Massachusetts sustainability leaders talk climate, health, and energy with policymakers

climate and healthOrganization members met in House Speaker Robert DeLeo’s chamber. Photo by Bill Ravanesi.

It was a successful day of talking about climate change and health among policymakers and government officials last month. 

Lawmaker Education Day – a series of meetings and conversations with legislative leadership in Massachusetts on July 11 – gave a platform to dozens of businesses, health care professionals, and sustainability leaders to voice their concerns about climate change while sharing thoughts on how to address climate change issues through policy. 

“It’s about relationship building and having your voice heard, and having your face recognized, and having your standing understood,” said Bill Ravanesi, Health Care Without Harm’s senior director of health care, green building, and energy.

Sharing successes

Lawmaker Education Day, which was held at the Massachusetts State House, was co-organized by Ceres, the ELM Corporate Council, the Alliance for Business Leadership, Health Care Without Harm, and Second Nature.

Business leaders and health care institutions shared their sustainability stories with lawmakers as they considered legislation that would accelerate the transition to clean energy in the Commonwealth. Group meetings were scheduled throughout the day with key legislative leadership and a diverse group of corporate partners and health care institutions. 

Ravanesi joined other advocates in a one-hour meeting with Speaker of the Massachusetts House Robert DeLeo. The group was able to provide stories of hospital sustainability successes. Speaker DeLeo was very interested in the role and perspective of health care throughout the conversation. 

“The day was very successful, it started off with a very productive discussion in the Speaker’s chamber,” Ravanesi said.

The state of Massachusetts has about a $44 million budget, and Ravanesi explained that 43 percent of the state’s budget is allocated toward health care. 

“Clearly, the speaker is interested in the largest cohort spending half of the entire state budget, which is health care,” he said. 

Ravanesi said the group next met with Senator Cynthia Stone Creem, who is the current senate majority leader. Again, Ravanesi said the group shared sustainability success stories and policy priorities. The group also thanked Senator Creem for her support of a bill that aims to help Massachusetts reach net zero carbon emissions by 2050. 

The group also met with Representative Bradley Jones, a supporter of clean energy, and Representative Ron Mariano who supports offshore wind energy efforts.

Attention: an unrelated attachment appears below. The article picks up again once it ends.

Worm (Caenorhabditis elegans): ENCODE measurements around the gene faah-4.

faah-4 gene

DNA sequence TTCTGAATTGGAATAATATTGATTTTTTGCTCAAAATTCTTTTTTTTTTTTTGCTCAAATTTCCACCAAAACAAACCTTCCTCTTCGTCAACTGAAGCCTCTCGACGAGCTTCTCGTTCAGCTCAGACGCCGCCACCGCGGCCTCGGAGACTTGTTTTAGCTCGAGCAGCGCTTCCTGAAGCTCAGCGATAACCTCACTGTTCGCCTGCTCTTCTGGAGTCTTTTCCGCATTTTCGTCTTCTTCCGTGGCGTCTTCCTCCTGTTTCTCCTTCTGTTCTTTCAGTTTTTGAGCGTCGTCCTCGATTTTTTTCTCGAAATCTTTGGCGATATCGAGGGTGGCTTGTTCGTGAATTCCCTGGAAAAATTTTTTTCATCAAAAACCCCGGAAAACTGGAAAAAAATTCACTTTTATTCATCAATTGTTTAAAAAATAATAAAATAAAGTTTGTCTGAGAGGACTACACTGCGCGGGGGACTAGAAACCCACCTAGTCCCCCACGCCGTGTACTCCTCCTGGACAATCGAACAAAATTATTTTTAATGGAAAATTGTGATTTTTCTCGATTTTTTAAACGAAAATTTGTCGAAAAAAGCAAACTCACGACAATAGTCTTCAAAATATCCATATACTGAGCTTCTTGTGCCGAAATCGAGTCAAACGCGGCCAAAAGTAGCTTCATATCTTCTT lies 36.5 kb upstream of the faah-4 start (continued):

Policy promotes clean air

Clean air was a hot topic of conversation throughout Lawmaker Education Day in Massachusetts this year. 

Massachusetts is the largest employer state in the country. This means that there are almost half a million employees across the state, and thousands of miles traveled by vehicles every day.  

Ravanesi added that there are also talks of carbon fees, which would put a price of $20 for every ton of carbon used. This would put an approximate $0.25 fee on oil and gasoline purchases in the state of Massachusetts. The carbon fee is probably one of the best ways we can get to achieving our reduction in greenhouse gas across the different sectors,” he said. 

The voice of health care

Alex Rabin, an attending physician in the division of pulmonary, critical care, and sleep medicine, and an assistant professor of medicine at Tufts University School of Medicine, said he was invited by Ravanesi to attend Lawmaker Education Day. Rabin became invested in climate change and health advocacy more than two years ago. 

“I was there as a member of the health care community to inform and educate lawmakers about the importance that climate change will play in the health of our patients,” Rabin said. 

In the series of talks last month, Rabin said he highlighted the growing number of cases of asthma, including worsening cases for people with lung disease and young children. He also touched on the danger of increasing temperatures, especially with older patients who are often admitted into urgent care as a result of extreme heat. 

“I would frame this as a public health crisis and not only an environmental crisis,” he said. “It’s going to affect the well-being of us and our children.” 

Rabin also addressed how the health care sector is a “big part of the problem” when it comes to climate change because health care facilities use a significant amount of energy and produce large quantities of waste. 

“The exciting part to talk about was the role of Boston hospitals. We are leading the way on procuring clean energy, while trying to clean up our facilities and reduce our carbon footprint,” he said.